Monday, February 4, 2019

Learning to Like My Dog, Teaching My Dog to Love Me

When I first laid eyes on Barley in her kennel at the APL, it was love at first sight--for her. She knew she was mine and worked her Barley magic to convince me to take her out of her kennel. It didn't take long for me to fall in love with her, too, but I didn't always like her. She was loving and funny and patient with her brother. But she was also reactive and anxious and I had no idea what I was doing. There were some days that I stayed at work a little longer than usual because it was quiet there. When we first started working with a trainer, I learned to like my dog as much as I loved her.

About 6 months after adopting Barley, we started working with a trainer because of her reactivity issues. She taught us the skills we needed not just to survive in the house, but to survive out in the world. We practiced calming exercises, which allowed me to get up to get a glass of water or use the bathroom without Barley getting nervous about me leaving the room. We practiced reaction to distraction, which helped Barley see me as being more interesting than other dogs or skateboarders or joggers.

Once I learned how Barley ticked and she learned that I wasn't going anywhere, I didn't just love my dog, but I liked her. When I was growing up, my dog Possum was my best friend. We ran away from home (to the park down the street) together at least once a week. When I was in middle school, she walked by the cute boys's houses with me and my human best friend. I couldn't imagine having a stronger bond with a dog. Then I started training Barley and it was like my heart hopped out of my chest and grew four legs.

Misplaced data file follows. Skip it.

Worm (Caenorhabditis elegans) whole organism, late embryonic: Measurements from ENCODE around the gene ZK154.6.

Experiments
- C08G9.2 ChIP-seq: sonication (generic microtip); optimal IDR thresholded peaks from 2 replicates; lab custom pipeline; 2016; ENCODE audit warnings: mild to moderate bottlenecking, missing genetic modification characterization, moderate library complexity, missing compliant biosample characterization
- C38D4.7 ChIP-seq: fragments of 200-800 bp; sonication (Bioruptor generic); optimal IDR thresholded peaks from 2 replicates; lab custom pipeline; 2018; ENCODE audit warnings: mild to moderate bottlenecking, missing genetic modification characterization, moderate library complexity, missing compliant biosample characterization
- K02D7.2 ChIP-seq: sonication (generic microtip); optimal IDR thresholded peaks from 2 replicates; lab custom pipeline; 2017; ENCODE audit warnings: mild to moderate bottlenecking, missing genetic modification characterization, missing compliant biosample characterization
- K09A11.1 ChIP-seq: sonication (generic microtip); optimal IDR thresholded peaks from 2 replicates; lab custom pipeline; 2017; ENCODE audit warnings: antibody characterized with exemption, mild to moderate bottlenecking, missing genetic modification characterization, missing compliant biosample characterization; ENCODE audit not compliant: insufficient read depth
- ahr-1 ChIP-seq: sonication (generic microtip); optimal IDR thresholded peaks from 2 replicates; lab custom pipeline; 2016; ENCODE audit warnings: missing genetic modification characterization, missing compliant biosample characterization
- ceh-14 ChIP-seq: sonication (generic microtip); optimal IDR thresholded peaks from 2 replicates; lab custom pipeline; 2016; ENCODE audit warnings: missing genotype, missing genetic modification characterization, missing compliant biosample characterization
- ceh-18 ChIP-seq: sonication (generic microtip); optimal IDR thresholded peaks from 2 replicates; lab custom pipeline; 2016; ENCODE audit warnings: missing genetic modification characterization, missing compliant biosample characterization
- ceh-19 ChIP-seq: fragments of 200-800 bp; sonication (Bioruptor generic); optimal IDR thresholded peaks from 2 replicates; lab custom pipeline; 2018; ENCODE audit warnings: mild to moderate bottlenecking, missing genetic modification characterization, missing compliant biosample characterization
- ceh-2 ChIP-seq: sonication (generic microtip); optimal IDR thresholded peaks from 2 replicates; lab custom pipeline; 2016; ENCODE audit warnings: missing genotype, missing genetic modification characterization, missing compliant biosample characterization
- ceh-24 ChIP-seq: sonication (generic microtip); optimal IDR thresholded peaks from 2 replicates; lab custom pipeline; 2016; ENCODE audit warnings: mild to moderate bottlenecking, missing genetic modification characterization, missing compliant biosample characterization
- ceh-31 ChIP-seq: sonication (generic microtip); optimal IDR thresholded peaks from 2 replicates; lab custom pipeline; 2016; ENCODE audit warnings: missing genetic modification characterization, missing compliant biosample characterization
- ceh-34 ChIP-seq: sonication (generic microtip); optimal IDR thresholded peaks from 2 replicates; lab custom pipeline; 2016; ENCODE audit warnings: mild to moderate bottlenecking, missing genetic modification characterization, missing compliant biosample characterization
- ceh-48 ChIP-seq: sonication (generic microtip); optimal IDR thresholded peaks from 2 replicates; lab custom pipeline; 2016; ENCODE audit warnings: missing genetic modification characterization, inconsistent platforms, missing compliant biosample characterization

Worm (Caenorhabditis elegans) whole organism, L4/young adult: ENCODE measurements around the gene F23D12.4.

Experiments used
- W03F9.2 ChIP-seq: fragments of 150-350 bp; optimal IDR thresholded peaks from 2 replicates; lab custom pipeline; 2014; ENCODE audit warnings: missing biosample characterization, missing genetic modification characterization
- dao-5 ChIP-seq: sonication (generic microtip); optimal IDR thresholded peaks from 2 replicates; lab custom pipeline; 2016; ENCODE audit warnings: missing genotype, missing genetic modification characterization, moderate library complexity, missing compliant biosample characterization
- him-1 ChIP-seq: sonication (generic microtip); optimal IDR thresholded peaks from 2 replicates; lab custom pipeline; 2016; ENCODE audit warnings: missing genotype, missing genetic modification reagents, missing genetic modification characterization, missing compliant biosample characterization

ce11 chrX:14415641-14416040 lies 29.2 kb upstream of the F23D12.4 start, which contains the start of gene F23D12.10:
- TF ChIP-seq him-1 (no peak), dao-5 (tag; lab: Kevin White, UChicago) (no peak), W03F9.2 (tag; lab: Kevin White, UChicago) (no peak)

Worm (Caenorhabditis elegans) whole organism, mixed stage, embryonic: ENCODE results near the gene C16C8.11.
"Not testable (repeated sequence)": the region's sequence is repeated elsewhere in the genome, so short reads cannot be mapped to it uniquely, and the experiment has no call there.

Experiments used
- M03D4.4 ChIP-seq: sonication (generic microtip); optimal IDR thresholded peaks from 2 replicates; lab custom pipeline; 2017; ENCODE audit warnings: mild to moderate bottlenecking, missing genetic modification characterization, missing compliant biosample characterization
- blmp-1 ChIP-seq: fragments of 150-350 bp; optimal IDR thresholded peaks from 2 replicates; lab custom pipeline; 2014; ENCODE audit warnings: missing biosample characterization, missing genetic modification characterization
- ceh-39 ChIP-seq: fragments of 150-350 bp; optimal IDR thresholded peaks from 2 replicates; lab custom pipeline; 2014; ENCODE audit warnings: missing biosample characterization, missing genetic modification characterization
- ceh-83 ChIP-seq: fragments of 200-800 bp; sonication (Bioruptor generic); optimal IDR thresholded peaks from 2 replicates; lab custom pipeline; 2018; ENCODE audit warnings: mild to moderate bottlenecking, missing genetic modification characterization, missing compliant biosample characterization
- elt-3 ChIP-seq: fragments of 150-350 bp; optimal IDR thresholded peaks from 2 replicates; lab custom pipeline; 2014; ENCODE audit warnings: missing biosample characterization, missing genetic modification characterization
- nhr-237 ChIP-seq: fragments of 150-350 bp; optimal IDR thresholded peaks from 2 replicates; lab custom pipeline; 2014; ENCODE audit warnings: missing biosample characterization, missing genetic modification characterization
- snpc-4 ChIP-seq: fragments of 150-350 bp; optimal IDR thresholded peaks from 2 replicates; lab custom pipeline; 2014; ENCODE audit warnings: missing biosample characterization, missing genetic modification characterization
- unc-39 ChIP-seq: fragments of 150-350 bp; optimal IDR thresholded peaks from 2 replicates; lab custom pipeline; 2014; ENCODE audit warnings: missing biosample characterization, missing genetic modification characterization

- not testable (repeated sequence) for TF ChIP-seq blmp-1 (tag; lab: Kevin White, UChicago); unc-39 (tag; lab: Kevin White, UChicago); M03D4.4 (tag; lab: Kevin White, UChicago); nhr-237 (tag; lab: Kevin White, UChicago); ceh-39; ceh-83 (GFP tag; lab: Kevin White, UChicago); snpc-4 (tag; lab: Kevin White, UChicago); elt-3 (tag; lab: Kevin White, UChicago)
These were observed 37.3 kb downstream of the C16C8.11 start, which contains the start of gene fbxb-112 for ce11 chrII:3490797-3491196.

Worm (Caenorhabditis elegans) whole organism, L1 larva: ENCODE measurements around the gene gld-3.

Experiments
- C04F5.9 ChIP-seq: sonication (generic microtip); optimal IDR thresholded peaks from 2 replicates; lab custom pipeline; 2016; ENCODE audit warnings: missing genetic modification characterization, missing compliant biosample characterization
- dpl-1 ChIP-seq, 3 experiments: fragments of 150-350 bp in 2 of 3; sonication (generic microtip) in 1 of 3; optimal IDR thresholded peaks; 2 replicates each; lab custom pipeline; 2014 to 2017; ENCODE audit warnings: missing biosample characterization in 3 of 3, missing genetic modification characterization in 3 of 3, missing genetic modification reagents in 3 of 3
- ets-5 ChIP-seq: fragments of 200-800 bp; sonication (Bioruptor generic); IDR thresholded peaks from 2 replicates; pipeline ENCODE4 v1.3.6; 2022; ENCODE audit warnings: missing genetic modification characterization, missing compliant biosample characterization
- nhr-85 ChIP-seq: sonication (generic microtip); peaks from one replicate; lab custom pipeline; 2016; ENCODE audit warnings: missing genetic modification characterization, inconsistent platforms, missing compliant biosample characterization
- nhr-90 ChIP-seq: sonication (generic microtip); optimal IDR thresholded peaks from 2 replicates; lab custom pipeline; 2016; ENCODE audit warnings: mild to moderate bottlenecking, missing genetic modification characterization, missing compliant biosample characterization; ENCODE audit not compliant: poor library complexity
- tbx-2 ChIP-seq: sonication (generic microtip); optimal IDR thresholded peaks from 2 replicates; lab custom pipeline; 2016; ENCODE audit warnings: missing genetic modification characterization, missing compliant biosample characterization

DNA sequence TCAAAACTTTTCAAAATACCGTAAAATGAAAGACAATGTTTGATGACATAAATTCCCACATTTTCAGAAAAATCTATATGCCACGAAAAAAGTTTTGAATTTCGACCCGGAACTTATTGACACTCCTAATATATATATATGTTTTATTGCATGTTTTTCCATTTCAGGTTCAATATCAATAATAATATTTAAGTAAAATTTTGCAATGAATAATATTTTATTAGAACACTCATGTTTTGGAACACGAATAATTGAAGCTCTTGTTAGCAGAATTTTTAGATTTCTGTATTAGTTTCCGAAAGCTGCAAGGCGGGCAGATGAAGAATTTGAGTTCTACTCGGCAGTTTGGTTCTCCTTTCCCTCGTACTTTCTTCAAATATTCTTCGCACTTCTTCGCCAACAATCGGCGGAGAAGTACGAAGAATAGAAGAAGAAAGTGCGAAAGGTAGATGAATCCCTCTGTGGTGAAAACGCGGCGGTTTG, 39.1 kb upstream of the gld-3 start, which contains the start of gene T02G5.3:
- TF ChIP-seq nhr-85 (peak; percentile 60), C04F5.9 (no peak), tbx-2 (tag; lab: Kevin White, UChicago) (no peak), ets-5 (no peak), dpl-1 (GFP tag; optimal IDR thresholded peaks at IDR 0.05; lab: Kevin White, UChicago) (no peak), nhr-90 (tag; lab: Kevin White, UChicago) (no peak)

Training Barley has taught me to understand her on a completely different level. I know what every flick of her ear and every wag of her tail means. She understands me the same way and she depends on me to make sense of her world. Sometimes, that's a problem--scent trial judges have commented that they can see her going into obedience mode when she gets frustrated and she turns to me for instructions; barn hunt was out because she couldn't understand why she should paw through hay if I wasn't digging in it, too. Most of the time, though, this relationship is the highlight of my day. On the agility course, it feels like she reads my mind because she pays so much attention to what I'm doing (except for that time she did her own thing). In fact, most of the time, it feels like she knows exactly what I'm thinking. 


Training has also helped my dog learn to love me. When I saw Rye at the APL, I knew she was mine immediately. Rye has always been shy around new people and she was a bit more hesitant about me than I was about her. 

Training taught Rye to love me. Rye loves to do things. She loves to sniff. She loves to run. She loves to jump. She loves to chase. She loves to learn. Once I tapped into all of that, she loved me, too.